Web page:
The attack against Turkey’s Consul General of Sydney on the 17th of December 1980 was carried out by two persons with motorbike while ?ar?k Ar?yak was going to the Turkish Consulate from his residence.[28] This terrorist attack was condemned by the NATO and US. The Turkish community in Sydney prepared a statement, which was read in the ethnic radio 2 EA. However, the terrorist organization, the JCAQ, was not mentioned in the statement. The manager of the ethnic radio 2 EA was an Armenian S. Kerkyasharian. ?im?ir argued that this might be the reason why the JCAG was not mentioned and if it was mentioned, it might not have been broadcasted.[29] To condemn international terrorism the Turkish Community in Sydney walked in silence and 5 thousand people took part in the walk. Turkish newspapers, published in Australia criticized the ethnic radio 2EA due to its bias broadcasting.[30] Terrorism was alien to Australia and the Australian media covered the terrorist attack extensively. However, they covered the attack in a way to justify the terrorism rather than to condemn it. For example, the Canberra Times wrote “Armenian revenge against Turks. Today’s Hatrets Fuled by Injustices of Yesterday”. Rod Usher in the Age newspaper titled his article as “Revenge Around the World for a Wrong of Long Ago”. One of the main aims of any terrorist organizations is to make its voices heard and they use terror as a tool for their propaganda. The Australian media gave the terrorist organization a chance to make propaganda with the way they dealt with the assassination of Turkey’s Consul General and his guard. The Australian media did not concern about the murder of the two people rather their main concern was possible ethnic strife between the Armenian and Turkish communities in Australia.[31]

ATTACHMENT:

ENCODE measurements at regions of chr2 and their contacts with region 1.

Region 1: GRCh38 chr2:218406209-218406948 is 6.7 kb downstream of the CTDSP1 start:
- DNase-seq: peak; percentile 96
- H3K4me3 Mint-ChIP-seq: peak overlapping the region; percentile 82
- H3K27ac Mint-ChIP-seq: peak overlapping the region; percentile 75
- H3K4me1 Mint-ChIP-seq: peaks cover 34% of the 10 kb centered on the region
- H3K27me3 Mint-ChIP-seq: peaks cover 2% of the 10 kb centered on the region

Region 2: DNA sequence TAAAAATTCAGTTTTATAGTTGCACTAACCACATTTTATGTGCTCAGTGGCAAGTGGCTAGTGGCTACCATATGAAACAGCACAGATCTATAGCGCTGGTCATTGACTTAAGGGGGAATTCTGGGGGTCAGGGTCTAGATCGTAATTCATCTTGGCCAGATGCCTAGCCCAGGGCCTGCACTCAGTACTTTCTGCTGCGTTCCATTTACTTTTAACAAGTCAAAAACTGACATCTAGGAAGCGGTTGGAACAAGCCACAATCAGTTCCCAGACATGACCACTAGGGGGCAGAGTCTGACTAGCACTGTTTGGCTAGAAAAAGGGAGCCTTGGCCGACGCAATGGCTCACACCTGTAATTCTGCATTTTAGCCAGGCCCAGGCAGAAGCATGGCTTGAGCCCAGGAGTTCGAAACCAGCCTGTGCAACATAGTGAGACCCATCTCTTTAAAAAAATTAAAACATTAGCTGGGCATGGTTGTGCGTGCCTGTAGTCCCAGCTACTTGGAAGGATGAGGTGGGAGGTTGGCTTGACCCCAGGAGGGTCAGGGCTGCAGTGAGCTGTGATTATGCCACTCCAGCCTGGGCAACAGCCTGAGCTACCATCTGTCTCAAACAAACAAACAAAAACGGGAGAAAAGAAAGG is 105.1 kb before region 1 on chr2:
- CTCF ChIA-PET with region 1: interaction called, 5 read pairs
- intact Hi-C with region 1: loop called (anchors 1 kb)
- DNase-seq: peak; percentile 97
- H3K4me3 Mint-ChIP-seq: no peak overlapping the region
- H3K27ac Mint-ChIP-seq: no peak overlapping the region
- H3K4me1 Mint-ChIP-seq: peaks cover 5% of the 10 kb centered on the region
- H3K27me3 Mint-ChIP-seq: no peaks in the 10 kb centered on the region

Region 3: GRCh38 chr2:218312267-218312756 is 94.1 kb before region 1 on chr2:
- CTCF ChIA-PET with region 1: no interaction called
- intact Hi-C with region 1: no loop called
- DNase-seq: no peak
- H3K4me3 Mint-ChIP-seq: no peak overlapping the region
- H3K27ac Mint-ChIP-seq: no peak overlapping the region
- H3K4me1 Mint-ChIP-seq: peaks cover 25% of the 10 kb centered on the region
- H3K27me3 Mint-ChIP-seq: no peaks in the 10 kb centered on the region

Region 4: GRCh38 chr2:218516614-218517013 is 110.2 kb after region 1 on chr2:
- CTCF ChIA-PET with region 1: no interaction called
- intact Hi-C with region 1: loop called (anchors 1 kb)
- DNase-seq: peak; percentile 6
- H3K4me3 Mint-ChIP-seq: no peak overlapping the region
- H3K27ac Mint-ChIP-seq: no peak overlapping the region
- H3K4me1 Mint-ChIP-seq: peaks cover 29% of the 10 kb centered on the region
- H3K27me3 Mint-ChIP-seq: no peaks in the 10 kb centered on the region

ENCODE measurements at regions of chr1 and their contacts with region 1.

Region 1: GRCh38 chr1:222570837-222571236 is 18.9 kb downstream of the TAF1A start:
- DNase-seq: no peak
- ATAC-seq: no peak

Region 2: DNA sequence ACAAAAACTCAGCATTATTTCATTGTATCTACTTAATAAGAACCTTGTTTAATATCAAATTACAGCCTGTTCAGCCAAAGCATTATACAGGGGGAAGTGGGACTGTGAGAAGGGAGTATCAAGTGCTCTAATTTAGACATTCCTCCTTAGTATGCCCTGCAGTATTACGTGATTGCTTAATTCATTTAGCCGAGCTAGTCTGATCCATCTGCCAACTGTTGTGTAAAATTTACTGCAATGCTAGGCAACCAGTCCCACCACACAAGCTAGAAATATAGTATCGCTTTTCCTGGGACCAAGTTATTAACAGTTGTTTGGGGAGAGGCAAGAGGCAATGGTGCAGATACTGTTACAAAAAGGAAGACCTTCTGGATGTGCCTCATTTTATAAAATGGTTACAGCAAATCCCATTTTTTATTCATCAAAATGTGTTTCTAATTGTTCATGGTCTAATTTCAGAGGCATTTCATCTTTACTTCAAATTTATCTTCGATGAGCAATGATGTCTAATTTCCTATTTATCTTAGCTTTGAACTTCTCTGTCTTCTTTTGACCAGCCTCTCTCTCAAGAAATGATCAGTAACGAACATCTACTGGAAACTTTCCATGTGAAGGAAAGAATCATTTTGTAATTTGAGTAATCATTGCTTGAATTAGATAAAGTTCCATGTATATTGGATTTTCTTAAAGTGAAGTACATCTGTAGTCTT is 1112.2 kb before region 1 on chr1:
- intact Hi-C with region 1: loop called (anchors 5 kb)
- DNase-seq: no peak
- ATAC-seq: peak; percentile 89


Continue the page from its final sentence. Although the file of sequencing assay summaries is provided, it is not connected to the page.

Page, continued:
It was unfortunate that the Armenian community leaders did not condemn the terrorist act and the JCAO. Instead an Armenian religious leader, K. Kazanjian stated that Turkish left or Kurds might have been responsible for the assassination.[32] In Turkey, the murder of Turkey’s Consul General and his guard were regarded in the context of Armenian terrorism targeted the Turkish diplomats. Turkish press discussed the history of the Armenian terrorism. Hürriyet newspaper wrote that “Murderers killed 15 in the last 5 years and there were 140 attacks against our diplomats, embassies and consulates in the same period”.[33] In his article, Fahir Armao?lu mentioned the JCAG and he argued that Turkey should make its voice heard in the civilized world.[34] Mehmet Ali Birand wrote that the Turkish diplomats and their families experience difficulties abroad. He stated that due to the fear of terror Consul Generals could not walk on the street without a guard and diplomats work in places where windows were always closed.[35]

Armenian Community in Turkey condemned the terrorist activity and both Patriarch ?nork Kalustyan and the spiritual leader of the Catholic Armenians, Kahan Çolakyan stated that the terrorist attack did not comply with humanity and any religion and murderers should be caught quickly.[36] The Australian authorities were unsuccessful to catch the two terrorists.

4. Australia’s Relations With Armenia And The Armenian Community’s Role In The Relations